staff at A, viz. 7. 6. o. In the third column, the se-

cond limit B; in the fourth, the height indicated at
1 0.00125 140.2427 0.91

40 2.00

the station-Itaff B, viz. 6. O. O. Lastly, in the fifth co
20.005 15|0.28. 280.98 45 2.28 lumn, the distance from one station-staff to the other ;
30.01125) 160.32 29'1.05 50 3.12 which in this case is 166 yards. Remove now the le-
40.02 170.36 30'1.12 55: 3.781 vel to the point marked 2, which is in the middle be-
180.40 31.1.19 60 4.50 tween B and C, the two places where the station-

ftaves are to be held ; observing that B, which was the
60.04 1910.45 32 1.27

second limit in the former operation, is the first in this.
20 0.50:33:1.351 70 6.12 Then write down the observed heights as before ; in
8 0.08 210.55 34'1.44 75 7.03 the first column B; in the second 4. 6. O; in the third
22 0.60 35'1.53

80 8.00 C; in the fourth 5. 6. 2; in the fifth 560, the di-
230.67 36 1.62
85 9.03

stance between B and C.

It being impossible, on account of the inequality of II 0.15 24,0.72 37 1.711 90 10.12 the ground at the third station, to place the instrument 12 0.18 250.78 38,1.80' 95 11.28 in the middle between the two station-staves, find the

130.21 26'0.84 39 1.91 100 12.50 most convenient point as at 3; then measure exactly Levelling is either simple or compound. The for- how far this is from each ftation-staff, and you will mer is when the level points are determined from one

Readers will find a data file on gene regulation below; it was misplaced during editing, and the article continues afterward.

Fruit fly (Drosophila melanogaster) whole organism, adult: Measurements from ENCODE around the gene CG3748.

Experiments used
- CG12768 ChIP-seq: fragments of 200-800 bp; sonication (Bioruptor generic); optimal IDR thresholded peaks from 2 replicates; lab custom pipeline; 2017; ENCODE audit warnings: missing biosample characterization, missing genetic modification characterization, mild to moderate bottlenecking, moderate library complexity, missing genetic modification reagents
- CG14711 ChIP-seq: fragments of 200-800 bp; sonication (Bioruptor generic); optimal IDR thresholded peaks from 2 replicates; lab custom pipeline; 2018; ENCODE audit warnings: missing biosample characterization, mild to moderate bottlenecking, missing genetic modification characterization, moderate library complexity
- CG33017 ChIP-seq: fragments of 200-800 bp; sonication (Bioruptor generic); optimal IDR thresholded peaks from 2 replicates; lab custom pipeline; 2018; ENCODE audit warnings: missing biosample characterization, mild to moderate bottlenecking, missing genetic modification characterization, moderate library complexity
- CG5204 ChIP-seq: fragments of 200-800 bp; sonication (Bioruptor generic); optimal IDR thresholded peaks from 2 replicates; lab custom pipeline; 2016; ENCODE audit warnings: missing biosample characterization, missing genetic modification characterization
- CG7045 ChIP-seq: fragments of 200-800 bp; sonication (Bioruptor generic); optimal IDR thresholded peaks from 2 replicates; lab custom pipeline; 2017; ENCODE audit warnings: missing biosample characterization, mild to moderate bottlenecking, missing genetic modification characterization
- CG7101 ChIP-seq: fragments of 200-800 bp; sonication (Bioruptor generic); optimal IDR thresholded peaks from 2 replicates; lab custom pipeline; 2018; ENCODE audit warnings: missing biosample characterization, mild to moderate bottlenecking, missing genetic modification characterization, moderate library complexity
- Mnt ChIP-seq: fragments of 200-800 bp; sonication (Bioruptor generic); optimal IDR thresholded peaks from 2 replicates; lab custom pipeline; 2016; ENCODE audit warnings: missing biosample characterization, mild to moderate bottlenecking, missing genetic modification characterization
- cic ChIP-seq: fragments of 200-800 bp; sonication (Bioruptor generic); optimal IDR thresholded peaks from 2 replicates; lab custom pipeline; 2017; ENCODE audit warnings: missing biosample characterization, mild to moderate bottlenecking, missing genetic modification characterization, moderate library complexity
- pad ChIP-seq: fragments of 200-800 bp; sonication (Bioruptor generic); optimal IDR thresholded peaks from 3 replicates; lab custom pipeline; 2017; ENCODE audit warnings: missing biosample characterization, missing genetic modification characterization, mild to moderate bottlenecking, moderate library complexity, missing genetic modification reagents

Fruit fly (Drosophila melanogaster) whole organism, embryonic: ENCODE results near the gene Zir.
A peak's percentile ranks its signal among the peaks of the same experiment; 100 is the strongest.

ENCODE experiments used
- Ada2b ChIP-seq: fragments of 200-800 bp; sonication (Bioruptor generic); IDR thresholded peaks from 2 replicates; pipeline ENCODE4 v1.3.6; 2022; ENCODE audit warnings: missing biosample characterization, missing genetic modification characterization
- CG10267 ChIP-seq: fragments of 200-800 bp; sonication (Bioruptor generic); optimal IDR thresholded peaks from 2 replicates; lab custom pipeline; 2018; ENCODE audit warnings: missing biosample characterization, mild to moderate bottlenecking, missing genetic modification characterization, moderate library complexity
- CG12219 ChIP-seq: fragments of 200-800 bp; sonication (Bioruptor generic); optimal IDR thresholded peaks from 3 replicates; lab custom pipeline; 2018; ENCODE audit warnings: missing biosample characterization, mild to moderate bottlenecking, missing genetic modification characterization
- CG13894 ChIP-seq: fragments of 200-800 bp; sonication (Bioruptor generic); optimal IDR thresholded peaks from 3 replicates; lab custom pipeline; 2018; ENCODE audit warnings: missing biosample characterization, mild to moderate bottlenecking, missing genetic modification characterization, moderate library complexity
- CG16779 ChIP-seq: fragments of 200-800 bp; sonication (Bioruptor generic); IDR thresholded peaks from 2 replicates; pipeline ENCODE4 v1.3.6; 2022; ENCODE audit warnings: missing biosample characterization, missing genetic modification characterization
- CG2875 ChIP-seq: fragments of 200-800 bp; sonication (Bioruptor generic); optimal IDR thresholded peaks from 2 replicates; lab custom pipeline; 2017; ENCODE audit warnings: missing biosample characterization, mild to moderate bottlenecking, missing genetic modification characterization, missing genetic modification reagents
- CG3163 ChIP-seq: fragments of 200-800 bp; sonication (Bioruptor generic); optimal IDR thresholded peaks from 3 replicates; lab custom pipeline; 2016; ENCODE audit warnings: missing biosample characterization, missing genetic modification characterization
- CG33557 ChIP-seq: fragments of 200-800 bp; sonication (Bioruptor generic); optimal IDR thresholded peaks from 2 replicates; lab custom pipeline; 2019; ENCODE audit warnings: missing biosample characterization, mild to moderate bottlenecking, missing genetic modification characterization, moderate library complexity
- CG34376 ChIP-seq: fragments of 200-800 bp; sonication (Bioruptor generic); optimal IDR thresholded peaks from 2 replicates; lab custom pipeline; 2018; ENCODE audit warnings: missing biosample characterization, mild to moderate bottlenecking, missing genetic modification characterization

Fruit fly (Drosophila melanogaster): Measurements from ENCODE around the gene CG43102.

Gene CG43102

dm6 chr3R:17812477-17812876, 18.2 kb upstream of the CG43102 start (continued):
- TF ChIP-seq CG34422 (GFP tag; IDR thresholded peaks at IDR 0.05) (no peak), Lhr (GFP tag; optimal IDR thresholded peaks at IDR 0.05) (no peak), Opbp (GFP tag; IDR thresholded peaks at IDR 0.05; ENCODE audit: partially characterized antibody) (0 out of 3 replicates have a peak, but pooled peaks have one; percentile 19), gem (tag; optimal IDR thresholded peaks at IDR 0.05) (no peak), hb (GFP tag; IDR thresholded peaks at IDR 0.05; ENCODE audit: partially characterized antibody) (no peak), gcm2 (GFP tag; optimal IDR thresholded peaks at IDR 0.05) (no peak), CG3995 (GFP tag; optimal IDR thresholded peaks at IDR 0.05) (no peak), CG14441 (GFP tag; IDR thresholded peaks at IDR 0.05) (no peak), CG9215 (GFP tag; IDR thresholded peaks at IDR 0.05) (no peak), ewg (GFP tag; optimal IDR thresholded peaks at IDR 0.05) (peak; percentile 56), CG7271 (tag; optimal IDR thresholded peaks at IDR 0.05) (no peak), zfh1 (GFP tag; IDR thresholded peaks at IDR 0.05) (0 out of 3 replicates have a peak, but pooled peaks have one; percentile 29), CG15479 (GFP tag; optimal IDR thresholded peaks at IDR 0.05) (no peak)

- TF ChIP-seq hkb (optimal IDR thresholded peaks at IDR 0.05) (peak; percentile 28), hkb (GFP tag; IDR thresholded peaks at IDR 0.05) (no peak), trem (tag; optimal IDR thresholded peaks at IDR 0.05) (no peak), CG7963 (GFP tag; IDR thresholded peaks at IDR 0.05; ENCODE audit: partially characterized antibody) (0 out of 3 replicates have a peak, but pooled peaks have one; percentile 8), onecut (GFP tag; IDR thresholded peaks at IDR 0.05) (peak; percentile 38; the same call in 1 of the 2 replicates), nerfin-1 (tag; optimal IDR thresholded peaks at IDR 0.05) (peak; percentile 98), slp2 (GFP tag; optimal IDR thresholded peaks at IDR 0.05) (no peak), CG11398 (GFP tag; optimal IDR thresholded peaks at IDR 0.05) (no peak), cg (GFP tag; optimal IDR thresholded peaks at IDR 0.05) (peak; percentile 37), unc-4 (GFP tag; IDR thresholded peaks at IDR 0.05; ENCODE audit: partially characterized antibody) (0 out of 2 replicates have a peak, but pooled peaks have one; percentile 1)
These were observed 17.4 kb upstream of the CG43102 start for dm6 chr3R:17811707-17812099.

find that from 3 to C is 160 yards; from 3 to D, 80 ftation, whether the level be fixed at one of the points yards; and the remainder of the operation will be as or between them. Compound levelling is nothing more

in the preceding station.
than a repetition of many simple operations.

In the fourth operation, we must endeavour to com-
An example of fimple levelling is given Plate pensate for any error which might have happened in
CCLXXI. fig. 1. where A B are the station points

the last. Mark out, therefore, 80 yards from the sta-
of the level ; C D the two points ascertained. Let tion-staff D to the point 4; and 160 yards from

4 the height

E; and this must be carefully attended to, as by fuch

Feet. Inches. compensations the work may be much facilitated. Pro-
From A to C be


ceed in the same manner with the eight remaining staFrom B to D be


tions, observing to enter every thing in its proper co